SA economy ‘inching forward’

2014-04-09 11:58

Consumers are struggling to pay monthly expenses and long-running strikes are undermining the foundations of the economy, BankservAfrica’s Economic Transaction Index (BETI) has found.

“With strikes, floods and power constraints being the order of the day, it has to be expected that massive growth is not on the short-term economic agenda,” chief economist Mike Schüssler said in a statement today.

“Broadly speaking, the economy has been in a slow growth or stagnating mode for about 18 months and is at best continuing along this path.”

He said while car sales and the Purchasing Managers’ Index indicated a flat economic performance, the BETI confirmed that the stagnation was widespread throughout the economy in March.

The country’s economy appeared to be “falling asleep at the wheel”.

The BETI showed economic transactions had increased by less than 1% over the past year.

BankservAfrica regulated products CEO Brad Gillis said the quarter-on-quarter growth was the same as the year-on-year growth at 0.8%, while the month-on-month increase stood at only 0.1%.

The actual value of the BETI stood at R654.3 billion which was up 6.6% on last year.

“This is the highest number obtained this year but, on balance, it is mainly the result of higher inflation rather than actual growth,” he said in a statement.

“The actual number of transactions in the BETI [83.1 million] is the highest since Christmas 2013. Although this was up by exactly 5% on last year, it shows that the value of consumers’ transactions increased with less than inflation over the last year.”

He said South Africans were probably forced to cut back on expenditure.

Schüssler said South Africa was experiencing the “biggest, most damaging and longest strike” in 20 years.

He was referring to the strike by Association of Mineworkers and Construction Union members at Lonmin, Impala Platinum and Anglo American Platinum.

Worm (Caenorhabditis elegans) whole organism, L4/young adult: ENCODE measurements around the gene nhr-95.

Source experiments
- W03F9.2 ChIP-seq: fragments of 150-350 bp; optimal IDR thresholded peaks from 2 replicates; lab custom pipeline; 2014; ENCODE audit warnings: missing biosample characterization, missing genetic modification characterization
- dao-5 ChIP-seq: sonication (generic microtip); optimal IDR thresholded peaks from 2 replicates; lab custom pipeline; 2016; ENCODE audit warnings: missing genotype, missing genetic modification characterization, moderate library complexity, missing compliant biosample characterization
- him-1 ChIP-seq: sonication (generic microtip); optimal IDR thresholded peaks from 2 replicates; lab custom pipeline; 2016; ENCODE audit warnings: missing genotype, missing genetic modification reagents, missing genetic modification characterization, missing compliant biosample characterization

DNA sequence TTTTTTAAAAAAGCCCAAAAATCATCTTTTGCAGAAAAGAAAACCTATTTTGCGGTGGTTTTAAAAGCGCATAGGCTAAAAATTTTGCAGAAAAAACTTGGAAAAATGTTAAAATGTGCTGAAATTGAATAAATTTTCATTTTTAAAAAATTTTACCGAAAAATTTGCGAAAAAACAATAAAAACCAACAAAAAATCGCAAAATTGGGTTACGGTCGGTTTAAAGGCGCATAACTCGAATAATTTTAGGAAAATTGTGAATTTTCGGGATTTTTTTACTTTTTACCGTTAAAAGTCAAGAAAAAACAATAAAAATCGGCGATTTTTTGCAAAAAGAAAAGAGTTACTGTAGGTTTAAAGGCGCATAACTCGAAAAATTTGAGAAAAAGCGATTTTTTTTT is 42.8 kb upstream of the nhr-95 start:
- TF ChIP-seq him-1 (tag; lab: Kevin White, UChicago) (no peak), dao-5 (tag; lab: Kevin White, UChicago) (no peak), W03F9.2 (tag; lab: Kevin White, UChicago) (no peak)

Workers downed tools on January 23 demanding a minimum salary of R12 500 a month. They rejected a wage increase of 9%.

Platinum stocks were no longer helping South African export figures since two producers no longer had any stocks in the country, he said.

“Other major export commodities, such as iron ore and coal, are also seeing lower prices. This directly affects these primary industries’ ability to buy goods and services from the rest of the economy,” said Schüssler.

South Africa was still fighting the possibility of a recession.

“One could be positive and say that the economy is growing despite the biggest strike action since the start of democracy in 1994 – at least that is a hopeful sign. The economy is, nevertheless, inching forward and the number of economic transactions is on the whole an indication that the South African economy is still fighting against any possibility of a recession,” he said.

“Many are apprehensive that if current labour market outcomes remain divisive, one would have to pencil in further weaknesses in the actual BETI going forward.”

Schüssler said consumer and producer prices had been rising faster than anticipated and with higher interest rates, this was curbing spending.

“Many consumers are opting to take out loans, while retailers and wholesalers are reluctant to keep too much stock,” he said.

“Producers and providers to primary industries are also careful of stock levels as major decisions look very risky in the current climate.”

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